Cell culture is a widely used replacement to experimenting on live animals, and there are a number of clear advantages to this type of experimentation. Using cell culture (in the place of live animals) has allowed scientists to make a variety of important breakthroughs relating to understanding diseases and developing drugs, all without using live animals. We are now at a point where scientists have taken this approach one step further, and can use cell culture to create 3D ‘organs-on-a-chip’. These are ‘organs’ made up of real, living human cells which mimic a real organ system.
To give you an example, let’s look at a human ‘lung-on-a-chip’, an artificial living and breathing lung, which has recently been developed by scientists. This device doesn’t look like a human lung, but is a clear, flexible, thumb-sized block of polymer, composed of two tiny channels separated by a thin membrane. Air flows through one side, which is lined with human lung cells, and a nutrient-rich liquid (that acts as a substitute for blood) flows through the other, which is lined with blood-vessel cells. A vacuum applied to the ‘lung’ chip moves to re-create the way a human lung works when we breathe.
The ‘lung on a chip’ isn’t a one-off. Scientists have also developed a ‘gut-on- a-chip’, which is the same sort of concept as mentioned previously – an artificial replacement to the guts of live subjects. This ‘gut-on-a-chip’ is comprised of a single layer of human intestinal cells which are attached to the clear plastic walls of the chip. By applying a vacuum pump, the membrane stretches and recoils in the same way as a human gut digesting food. These artificial guts even support the growth of living microbes on their surface, just like the real thing.
These revolutionary chips are still being developed for a large variety of organs. They include a beating ‘heart-on-a-chip’, a ‘liver-on-a-chip’ and regenerative ‘bone marrow-on-a-chip’. These could soon be linked together to predict the responses of a multi-organ system. Clearly, these chips represent an amazing opportunity.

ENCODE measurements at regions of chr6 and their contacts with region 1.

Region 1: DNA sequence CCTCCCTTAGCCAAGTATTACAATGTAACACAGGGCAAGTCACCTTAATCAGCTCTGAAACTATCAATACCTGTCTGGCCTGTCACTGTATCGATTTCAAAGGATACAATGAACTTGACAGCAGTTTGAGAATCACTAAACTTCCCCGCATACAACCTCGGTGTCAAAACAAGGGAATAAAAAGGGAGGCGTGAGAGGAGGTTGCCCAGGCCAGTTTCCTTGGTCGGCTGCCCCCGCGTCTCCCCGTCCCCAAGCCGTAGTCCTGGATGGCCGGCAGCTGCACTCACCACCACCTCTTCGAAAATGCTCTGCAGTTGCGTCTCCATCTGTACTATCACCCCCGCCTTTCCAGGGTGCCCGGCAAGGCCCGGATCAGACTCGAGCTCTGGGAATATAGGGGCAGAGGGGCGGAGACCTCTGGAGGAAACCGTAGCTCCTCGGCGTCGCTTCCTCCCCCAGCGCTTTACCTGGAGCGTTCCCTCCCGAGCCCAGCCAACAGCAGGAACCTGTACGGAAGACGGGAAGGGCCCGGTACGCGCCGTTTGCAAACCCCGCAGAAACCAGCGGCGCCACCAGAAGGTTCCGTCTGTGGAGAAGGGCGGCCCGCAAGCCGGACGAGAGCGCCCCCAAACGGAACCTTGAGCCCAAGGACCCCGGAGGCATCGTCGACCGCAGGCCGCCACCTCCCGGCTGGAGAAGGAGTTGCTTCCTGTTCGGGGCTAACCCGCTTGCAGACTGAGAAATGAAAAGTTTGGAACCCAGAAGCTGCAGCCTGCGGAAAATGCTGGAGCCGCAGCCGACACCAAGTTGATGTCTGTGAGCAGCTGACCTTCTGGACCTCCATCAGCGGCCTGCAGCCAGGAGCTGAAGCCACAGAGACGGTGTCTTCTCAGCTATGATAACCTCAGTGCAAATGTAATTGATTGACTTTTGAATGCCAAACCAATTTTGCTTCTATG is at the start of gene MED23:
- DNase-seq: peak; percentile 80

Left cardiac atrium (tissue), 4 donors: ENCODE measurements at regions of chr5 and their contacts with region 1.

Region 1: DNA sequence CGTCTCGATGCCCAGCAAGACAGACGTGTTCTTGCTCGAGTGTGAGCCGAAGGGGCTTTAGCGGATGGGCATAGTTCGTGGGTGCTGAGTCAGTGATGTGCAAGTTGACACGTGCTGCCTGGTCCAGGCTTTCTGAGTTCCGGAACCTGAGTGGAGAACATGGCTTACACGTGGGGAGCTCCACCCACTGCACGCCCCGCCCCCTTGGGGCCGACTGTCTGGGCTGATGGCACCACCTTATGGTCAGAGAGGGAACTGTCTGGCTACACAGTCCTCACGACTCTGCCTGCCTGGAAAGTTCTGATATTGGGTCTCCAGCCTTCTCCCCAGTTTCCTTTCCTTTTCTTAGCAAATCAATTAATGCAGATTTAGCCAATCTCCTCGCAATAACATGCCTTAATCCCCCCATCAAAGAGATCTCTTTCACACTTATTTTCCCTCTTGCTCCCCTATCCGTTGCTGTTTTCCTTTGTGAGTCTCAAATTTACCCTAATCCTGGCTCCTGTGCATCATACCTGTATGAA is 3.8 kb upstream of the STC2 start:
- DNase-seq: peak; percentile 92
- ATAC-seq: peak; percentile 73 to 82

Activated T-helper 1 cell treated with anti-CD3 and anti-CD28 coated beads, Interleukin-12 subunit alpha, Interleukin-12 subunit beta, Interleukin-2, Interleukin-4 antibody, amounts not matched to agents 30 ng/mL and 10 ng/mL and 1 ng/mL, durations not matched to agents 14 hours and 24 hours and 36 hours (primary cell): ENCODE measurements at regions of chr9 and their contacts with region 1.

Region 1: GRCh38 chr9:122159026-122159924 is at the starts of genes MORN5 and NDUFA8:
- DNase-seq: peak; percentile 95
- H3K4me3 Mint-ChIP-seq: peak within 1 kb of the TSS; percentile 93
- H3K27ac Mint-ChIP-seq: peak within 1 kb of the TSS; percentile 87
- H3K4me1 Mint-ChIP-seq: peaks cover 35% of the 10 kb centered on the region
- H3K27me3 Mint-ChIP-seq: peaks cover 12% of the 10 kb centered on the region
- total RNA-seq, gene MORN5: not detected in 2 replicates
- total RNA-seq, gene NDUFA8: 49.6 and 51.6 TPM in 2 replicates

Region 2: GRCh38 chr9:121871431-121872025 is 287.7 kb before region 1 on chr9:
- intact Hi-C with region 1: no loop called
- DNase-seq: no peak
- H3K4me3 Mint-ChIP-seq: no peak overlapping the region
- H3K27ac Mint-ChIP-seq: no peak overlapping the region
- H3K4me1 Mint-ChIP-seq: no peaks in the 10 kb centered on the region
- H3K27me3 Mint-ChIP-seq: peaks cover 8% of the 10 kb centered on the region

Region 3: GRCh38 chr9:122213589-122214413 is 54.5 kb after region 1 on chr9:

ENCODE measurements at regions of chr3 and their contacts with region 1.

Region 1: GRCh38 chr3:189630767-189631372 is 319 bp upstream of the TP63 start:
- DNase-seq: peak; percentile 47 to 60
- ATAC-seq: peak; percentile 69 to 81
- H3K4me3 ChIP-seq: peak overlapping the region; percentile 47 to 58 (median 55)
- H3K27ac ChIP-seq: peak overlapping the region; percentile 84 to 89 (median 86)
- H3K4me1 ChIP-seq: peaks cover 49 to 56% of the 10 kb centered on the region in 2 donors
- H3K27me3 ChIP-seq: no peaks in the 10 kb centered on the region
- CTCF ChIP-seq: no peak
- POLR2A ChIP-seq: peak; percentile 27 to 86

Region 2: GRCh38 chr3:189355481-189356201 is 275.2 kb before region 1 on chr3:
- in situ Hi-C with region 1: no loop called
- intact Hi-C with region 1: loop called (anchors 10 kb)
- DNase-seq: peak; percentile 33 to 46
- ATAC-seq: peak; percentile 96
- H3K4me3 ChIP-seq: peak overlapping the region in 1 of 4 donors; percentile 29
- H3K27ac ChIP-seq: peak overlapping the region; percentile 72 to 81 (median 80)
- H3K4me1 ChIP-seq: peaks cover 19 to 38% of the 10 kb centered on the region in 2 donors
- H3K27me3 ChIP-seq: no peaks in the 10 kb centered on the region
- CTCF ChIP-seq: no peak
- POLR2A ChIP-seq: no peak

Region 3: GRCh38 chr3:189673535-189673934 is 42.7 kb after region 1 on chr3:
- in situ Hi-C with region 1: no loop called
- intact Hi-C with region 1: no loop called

They could help us to understand and treat diseases better, whilst removing many of the living animals currently being used. Using animals for these tests is expensive and time-consuming, and unfortunately animal tests frequently fail to predict the correct response in humans (because many human diseases don’t have an animal equivalent). The ‘organ-on-a-chip’ technology allows scientists to dive into life-threatening human conditions and investigate them in a controlled way, uncovering new aspects of diseases that would or could not be found with animal experiments. These chips have the added benefit of directly representing human systems rather than the very different animal systems.
The chips have already been used to push forward insights into human diseases like pulmonary odema (fluid on the lung), and the side effects of a new heart drug. We are sure you’ll agree that the possibilities this technology offers to the world are very exciting! Discussions are already in the pipeline about how the ‘gut-on-a-chip’ might be used to find a drug that combats Crohn’s disease.
We look forward to watching this exciting technology develop and help in the replacement of animal experimentation to advance scientific work which delivers tangible results.